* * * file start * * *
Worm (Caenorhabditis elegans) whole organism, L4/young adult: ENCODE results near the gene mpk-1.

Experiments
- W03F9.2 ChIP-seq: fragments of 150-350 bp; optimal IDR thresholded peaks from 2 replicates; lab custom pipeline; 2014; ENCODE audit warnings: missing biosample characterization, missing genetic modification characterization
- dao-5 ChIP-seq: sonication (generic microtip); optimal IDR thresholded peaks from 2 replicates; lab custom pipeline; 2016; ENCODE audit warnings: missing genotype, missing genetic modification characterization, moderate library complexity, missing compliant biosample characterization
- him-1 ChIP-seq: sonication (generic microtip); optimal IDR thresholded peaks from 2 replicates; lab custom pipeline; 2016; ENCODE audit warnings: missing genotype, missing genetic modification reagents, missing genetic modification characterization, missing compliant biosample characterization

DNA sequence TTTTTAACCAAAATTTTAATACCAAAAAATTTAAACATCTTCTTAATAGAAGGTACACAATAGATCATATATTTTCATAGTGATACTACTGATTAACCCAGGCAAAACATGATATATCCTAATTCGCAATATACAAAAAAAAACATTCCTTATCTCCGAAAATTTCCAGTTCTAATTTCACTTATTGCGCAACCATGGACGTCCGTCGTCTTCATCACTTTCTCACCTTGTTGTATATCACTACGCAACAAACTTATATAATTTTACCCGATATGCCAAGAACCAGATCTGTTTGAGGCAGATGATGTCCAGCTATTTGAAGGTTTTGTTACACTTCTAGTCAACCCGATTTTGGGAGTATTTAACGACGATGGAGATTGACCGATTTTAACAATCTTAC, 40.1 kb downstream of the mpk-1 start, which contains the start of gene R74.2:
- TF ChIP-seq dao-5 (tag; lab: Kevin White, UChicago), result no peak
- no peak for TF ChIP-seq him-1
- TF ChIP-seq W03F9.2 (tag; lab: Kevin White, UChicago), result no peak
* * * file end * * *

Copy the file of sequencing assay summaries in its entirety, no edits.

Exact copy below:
Worm (Caenorhabditis elegans) whole organism, L4/young adult: ENCODE results near the gene mpk-1.

Experiments
- W03F9.2 ChIP-seq: fragments of 150-350 bp; optimal IDR thresholded peaks from 2 replicates; lab custom pipeline; 2014; ENCODE audit warnings: missing biosample characterization, missing genetic modification characterization
- dao-5 ChIP-seq: sonication (generic microtip); optimal IDR thresholded peaks from 2 replicates; lab custom pipeline; 2016; ENCODE audit warnings: missing genotype, missing genetic modification characterization, moderate library complexity, missing compliant biosample characterization
- him-1 ChIP-seq: sonication (generic microtip); optimal IDR thresholded peaks from 2 replicates; lab custom pipeline; 2016; ENCODE audit warnings: missing genotype, missing genetic modification reagents, missing genetic modification characterization, missing compliant biosample characterization

DNA sequence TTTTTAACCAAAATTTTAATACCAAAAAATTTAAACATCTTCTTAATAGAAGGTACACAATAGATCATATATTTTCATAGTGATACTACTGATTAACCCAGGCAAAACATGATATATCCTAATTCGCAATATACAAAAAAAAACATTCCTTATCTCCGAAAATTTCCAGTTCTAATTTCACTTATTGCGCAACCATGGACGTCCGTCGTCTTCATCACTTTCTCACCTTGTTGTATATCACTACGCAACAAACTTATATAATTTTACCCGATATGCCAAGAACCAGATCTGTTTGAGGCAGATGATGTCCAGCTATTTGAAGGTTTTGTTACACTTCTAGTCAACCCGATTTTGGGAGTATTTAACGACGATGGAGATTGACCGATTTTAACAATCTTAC, 40.1 kb downstream of the mpk-1 start, which contains the start of gene R74.2:
- TF ChIP-seq dao-5 (tag; lab: Kevin White, UChicago), result no peak
- no peak for TF ChIP-seq him-1
- TF ChIP-seq W03F9.2 (tag; lab: Kevin White, UChicago), result no peak